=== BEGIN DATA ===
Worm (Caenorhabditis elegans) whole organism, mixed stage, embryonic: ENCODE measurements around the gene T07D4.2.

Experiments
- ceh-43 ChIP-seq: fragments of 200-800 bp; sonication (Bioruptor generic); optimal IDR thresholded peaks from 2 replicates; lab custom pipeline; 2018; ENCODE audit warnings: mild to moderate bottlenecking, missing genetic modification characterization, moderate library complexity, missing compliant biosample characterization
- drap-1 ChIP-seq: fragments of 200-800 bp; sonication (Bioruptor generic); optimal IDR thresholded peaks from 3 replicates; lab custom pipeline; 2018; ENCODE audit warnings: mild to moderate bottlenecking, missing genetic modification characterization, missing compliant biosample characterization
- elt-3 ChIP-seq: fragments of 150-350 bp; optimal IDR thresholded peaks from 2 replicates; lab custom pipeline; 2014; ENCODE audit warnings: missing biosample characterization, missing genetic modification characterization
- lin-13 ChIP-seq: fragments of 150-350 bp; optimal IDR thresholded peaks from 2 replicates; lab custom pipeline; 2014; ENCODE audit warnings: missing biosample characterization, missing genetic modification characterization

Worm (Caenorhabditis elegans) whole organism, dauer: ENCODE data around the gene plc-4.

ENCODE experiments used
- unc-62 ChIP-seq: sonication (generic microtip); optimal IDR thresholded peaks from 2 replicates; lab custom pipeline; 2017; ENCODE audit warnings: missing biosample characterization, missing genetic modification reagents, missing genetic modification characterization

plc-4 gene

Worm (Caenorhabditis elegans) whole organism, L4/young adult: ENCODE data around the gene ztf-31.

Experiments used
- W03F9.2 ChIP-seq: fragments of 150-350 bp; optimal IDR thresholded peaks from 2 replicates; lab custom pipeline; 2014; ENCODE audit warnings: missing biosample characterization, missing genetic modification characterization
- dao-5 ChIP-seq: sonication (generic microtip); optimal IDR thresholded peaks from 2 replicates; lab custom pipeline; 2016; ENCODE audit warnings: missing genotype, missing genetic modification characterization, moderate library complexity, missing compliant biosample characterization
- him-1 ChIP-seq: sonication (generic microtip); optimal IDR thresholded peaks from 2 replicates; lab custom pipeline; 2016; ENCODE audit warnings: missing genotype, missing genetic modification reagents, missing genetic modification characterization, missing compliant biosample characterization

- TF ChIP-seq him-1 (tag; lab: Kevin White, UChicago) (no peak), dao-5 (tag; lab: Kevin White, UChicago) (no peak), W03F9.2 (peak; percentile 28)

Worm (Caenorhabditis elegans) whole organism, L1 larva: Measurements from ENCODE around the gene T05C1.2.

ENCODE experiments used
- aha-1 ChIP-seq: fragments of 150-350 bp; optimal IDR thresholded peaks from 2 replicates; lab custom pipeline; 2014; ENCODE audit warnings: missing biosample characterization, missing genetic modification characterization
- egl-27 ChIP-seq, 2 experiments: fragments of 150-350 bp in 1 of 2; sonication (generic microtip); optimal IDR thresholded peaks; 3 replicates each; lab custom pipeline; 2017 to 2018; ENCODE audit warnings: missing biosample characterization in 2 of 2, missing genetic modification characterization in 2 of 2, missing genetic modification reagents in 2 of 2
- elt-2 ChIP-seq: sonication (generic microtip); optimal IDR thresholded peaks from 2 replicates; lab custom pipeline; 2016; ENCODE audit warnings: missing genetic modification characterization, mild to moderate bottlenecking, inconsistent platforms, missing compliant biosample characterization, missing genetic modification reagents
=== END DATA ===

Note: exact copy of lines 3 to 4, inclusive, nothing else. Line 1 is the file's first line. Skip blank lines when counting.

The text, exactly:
- ceh-43 ChIP-seq: fragments of 200-800 bp; sonication (Bioruptor generic); optimal IDR thresholded peaks from 2 replicates; lab custom pipeline; 2018; ENCODE audit warnings: mild to moderate bottlenecking, missing genetic modification characterization, moderate library complexity, missing compliant biosample characterization
- drap-1 ChIP-seq: fragments of 200-800 bp; sonication (Bioruptor generic); optimal IDR thresholded peaks from 3 replicates; lab custom pipeline; 2018; ENCODE audit warnings: mild to moderate bottlenecking, missing genetic modification characterization, missing compliant biosample characterization